The vast majority of people familiar with Taiwan love the food. Taiwanese cuisine is basically a blend of Fujianese and Japanese cuisine influenced by indigenous cuisines, which has drifted from both Fujianese and Japanese cuisine over time.
The cuisine which is most similar to Taiwanese cuisine is Okinawan cuisine (another melting pot of Chinese and Japanese cuisines on a subtropical island), so much so that if someone told me that the ‘traditional’ Okinawan meals I had were actually Taiwanese, I would have believed them. Taiwanese people who have been to Okinawa have also told me that Okinawan food seems to be just like Taiwanese food to them. And if you look at the labels of some of the ‘Okinawan’ specialties sold in touristy parts of Okinawa, you might notice that some of them are imported from Taiwan.
When I say a food is ‘distinctly’ Taiwanese, I mean it is a food which is primarily consumed in Taiwan and not in other parts of the world. For example, even though Taiwanese people eat a lot of stinky tofu, is not distinctly Taiwanese because it is also widely eaten in certain parts of China. Likewise, even though mochi is very Taiwanese, it also happens to be very Japanese. Thus, they are not distinctly Taiwanese foods. That said, I do give myself a some wiggleroom with regards to whether a food is exclusively Taiwanese.
So here are the seven foods, presented in order most common to rarest.
1. Aiyu jelly
Region: Everywhere, but originally from rural Chiayi
This is a very common food in Taiwan, so much so that I don’t feel it belongs on a list of ‘rare’ foods at all. However, my research indicates that it is only produced and consumed in Taiwan and Singapore (and I am guessing that, due to a lack of farmland, the Singaporeans have to import the raw ingredients from Taiwan).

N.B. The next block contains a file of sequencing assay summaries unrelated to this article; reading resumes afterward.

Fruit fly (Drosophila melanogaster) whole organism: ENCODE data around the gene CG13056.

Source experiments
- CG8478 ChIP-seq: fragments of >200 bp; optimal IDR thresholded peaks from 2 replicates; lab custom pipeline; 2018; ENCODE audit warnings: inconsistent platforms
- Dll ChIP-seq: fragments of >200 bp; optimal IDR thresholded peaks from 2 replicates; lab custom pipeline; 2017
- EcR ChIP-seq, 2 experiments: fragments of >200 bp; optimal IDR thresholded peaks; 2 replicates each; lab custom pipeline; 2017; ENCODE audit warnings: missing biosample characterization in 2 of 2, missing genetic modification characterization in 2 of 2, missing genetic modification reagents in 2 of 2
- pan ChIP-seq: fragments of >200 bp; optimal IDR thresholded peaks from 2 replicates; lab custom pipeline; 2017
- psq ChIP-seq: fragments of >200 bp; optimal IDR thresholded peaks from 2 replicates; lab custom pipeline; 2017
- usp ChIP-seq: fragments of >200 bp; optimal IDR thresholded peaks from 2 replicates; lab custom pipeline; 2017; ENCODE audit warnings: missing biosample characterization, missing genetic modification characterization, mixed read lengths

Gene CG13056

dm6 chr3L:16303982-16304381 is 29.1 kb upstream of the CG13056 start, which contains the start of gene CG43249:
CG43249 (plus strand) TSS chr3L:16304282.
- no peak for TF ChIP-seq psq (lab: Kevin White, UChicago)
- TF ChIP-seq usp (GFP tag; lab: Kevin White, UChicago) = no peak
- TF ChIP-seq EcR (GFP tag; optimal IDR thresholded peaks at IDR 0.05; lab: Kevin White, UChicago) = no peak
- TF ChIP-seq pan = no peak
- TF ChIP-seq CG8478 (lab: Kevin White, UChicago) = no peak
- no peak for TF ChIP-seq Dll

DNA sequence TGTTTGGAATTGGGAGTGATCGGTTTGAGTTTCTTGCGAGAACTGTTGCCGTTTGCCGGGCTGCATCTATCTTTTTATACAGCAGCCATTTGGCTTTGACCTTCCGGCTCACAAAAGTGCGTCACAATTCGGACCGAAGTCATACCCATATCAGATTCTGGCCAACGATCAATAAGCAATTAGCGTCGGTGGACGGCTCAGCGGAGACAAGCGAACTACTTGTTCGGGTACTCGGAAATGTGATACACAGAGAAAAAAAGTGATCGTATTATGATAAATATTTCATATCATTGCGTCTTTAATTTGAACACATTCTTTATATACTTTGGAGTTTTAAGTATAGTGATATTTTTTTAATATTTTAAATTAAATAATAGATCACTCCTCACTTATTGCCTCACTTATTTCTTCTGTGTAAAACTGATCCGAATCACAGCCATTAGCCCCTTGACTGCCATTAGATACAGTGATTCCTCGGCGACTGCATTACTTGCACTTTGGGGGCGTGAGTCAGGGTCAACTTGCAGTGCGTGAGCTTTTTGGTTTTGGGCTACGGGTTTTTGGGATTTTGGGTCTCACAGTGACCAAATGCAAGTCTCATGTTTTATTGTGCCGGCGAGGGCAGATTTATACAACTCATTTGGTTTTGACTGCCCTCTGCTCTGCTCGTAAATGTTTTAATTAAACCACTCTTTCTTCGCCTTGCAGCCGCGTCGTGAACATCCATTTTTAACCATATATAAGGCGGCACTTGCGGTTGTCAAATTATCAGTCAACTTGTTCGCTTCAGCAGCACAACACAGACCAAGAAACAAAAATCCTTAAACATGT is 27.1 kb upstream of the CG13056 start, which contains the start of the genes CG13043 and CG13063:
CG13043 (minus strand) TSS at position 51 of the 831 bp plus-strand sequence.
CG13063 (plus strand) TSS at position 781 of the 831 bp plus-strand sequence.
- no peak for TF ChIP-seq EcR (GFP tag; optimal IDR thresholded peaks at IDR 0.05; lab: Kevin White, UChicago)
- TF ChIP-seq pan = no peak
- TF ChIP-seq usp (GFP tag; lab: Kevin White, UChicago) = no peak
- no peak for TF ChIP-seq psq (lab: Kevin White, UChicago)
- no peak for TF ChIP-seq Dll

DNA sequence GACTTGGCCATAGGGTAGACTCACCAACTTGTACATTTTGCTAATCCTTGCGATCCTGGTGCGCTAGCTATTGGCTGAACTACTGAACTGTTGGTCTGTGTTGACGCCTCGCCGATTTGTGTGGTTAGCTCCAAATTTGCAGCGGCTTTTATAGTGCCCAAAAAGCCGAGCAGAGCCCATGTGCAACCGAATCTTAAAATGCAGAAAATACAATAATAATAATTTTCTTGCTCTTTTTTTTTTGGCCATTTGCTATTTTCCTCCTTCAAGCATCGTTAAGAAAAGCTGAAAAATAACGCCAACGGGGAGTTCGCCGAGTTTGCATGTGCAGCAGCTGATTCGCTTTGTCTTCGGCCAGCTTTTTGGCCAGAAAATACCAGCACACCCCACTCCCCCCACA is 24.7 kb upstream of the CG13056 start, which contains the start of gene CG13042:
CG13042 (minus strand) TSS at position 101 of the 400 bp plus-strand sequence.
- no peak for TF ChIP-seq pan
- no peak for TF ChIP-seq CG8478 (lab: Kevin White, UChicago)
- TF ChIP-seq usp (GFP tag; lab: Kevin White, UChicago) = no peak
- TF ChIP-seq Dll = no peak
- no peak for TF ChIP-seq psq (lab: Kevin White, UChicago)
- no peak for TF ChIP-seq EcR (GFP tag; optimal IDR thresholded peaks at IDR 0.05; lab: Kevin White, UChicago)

I really like aiyu. It is sweet and a little sour and very refreshing.
Aiyu jelly originated from Chiayi county, and the best aiyu I’ve had was in rural Chiayi, made from wild plants. There are also some villages which specialize in farming the plant in various parts of Taiwan. I’ve even been at the very spot on the Fenqihu-Rueili Historic Trail, where a man bent down along the path to drink water from a pool, only to notice the distinct taste and texture. He figured out that the water became that way because some seeds had fallen in it, and he figured out how to make jelly from the seeds. His daughter, Aiyu, sold the jelly in Fenqihu, and the jelly was named after her.
Here is a blog post about the Rueili-Taihe trail, which is connected to the Rueili-Fenqihu trail, though unfortunately since the blogger went to Taihe and not Fenqihu he probably missed the spot where aiyu was discovered.
2. Shansu (Bird’s Nest Fern)
Region: Everywhere. It is one of the most common plants in Taiwan, and it grows abundantly in every county except Penghu.
Bird’s nest fern grows in many subtropical and tropical Asian countries, but Taiwan is the only place where people actually eat it. It’s a fairly common vegetable in Taiwan.
Personally, I agree with all of those Asians who refuse to eat it. It is my least favorite Taiwanese vegetable. I much prefer another species of fern which Taiwanese people eat and which is eaten in other countries where it grows, probably because it actually tastes good. But hey, this is a list of rare, unusual, and distinctly Taiwanese foods, not Taiwanese Foods I Like. Shansu is common, but it is unusual, and as a food, it is distinctly Taiwanese.
3. Oriental Beauty Tea
Region: Hsinchu County
This is a kind of tea which is only grown in Hsinchu County (though there are similar teas grown in a few other spots). It is an unusual kind of oolong tea. Oriental Beauty Tea cannot be grown with pesticides because it requires a certain kind of insect to bite the leaves and flavor the tea.
I think most of the Oriental Beauty tea I’ve had was low-grade and/or adulterated because the price was too low to be high-grade/pure. The one time I’ve had Oriental Beauty tea which I am sure was the real thing, it was refreshing and a bit tangy. It’s not my favorite kind of Taiwanese tea, but it’s nice and different.
There is a more detailed description of this tea at this blog.
The next four foods appear in Part 2…